Chemical bond

There is a chemical bond when an electrostatic force holds together multiple atoms in a chemical species (strong bonds, or primary or intramolecular) or more molecules in a substance in the condensed state (weak, or secondary, or intermolecular bonds).

The nature of the chemical bond can be explained by observing the coulombic forces interacting between the molecules. Take for example the H2+ cation: it consists of two hydrogen nuclei H and an electron. We denote by Ha the first hydrogen nucleus and with Hb the other hydrogen nucleus. Each of the two nuclei is associated with an electronic wave function, respectively 1sa and 1sb, whose linear combination forms the molecular orbital Ψ.

The molecular orbital Ψ will have low values between the two nuclei, while it will grow closer to them and then decrease further away from them. Therefore if we consider an electron, that is a negative charge placed between the two nuclei, it will be subjected to attractive forces by the two nuclei that will be counterbalanced by the repulsive ones until the stability of the system has been reached; then the electron will be fallen into a potential well from which he will be difficult to escape. In this way, a chemical bond was formed.

Primary chemical bonds

The primary chemical bonds are the forces that hold together the atoms that form the molecules. A primary bond is implemented by the sharing or transfer of electrons between atoms and by the electrostatic attraction between protons and electrons. These bonds generate the transfer of an integer number of electrons, called the bond order, even if in some systems there are intermediate quantities of charge, as in benzene, in which the binding order is 1.5 for each carbon atom. Primary bonds are generally classified into three classes, in order of increasing polarity:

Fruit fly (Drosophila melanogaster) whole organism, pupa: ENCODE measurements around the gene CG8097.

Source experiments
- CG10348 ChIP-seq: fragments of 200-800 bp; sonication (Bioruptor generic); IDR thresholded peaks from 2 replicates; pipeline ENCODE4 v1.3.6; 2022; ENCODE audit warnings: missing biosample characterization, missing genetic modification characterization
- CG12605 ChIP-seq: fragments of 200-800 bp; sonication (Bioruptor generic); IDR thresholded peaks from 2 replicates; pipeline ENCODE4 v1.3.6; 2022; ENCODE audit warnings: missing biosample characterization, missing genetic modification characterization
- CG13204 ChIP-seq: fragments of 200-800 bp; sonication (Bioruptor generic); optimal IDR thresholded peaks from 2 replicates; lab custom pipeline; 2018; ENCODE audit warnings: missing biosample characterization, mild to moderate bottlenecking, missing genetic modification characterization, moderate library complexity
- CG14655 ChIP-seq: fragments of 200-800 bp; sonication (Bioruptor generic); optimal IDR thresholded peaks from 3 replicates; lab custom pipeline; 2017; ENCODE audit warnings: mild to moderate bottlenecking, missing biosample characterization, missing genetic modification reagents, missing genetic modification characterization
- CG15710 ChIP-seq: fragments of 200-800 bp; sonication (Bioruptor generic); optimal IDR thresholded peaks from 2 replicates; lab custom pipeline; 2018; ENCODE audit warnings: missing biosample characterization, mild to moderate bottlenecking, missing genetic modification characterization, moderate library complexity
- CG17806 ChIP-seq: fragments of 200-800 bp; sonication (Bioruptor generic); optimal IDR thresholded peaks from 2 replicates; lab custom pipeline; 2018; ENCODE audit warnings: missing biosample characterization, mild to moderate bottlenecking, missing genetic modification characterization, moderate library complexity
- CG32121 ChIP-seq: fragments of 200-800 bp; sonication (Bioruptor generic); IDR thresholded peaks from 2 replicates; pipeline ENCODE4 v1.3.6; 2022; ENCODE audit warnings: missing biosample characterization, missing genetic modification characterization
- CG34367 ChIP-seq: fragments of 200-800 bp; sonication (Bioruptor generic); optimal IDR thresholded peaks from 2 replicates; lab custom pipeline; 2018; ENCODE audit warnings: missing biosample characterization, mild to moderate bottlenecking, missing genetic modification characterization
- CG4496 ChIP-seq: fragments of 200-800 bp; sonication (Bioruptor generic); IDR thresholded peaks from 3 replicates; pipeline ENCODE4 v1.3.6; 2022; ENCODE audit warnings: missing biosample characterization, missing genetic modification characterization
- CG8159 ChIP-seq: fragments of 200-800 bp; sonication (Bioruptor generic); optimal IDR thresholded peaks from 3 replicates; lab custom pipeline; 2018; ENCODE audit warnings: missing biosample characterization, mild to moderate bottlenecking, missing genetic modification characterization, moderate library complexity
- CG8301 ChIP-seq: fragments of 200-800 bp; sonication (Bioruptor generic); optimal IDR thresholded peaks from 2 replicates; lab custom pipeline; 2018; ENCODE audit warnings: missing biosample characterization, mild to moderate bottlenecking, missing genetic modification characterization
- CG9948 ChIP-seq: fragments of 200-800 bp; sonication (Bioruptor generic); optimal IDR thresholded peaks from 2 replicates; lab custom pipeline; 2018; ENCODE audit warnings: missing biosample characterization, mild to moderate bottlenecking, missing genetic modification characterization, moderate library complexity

1. Covalent bond
  2. Metallic bonding
  3. Ionic bonding

Secondary chemical bonds

Secondary chemical bonds are those of the molecular dipoles, which can create the intermolecular attractive forces. The intermolecular bonds are essentially constituted by the mutual attraction between static dipoles (in the case of polar molecules) or between dipoles and ions (this is the case, for example, of a salt which dissolves in water).

In the case of noble gases or compounds formed by apolar molecules the ability to liquefy is explained by the random formation of a temporary dipole when the electrons, in their orbit, are randomly concentrated on one side of the molecule; this dipole induces in the molecules close to itself an imbalance of electric charge (the so-called induced dipole) which generates mutual attraction and causes the gas condensation. The bond is then produced by these particular attraction forces called dispersion or Van der Waals forces.

A particular case of intermolecular bonding, which can also be intramolecular when the geometry of the molecule allows it, is the hydrogen bond.

A hydrogen atom bound to an oxygen (or fluorine) atom, due to its positive polarization and its small size, attracts at relatively high intensity the atoms of oxygen (and fluorine and, to a lesser extent, of nitrogen) neighbors.

This bond, although weak, is responsible for the spatial conformation of proteins and nucleic acids, the conformation on which the biological activity of the compounds depends.

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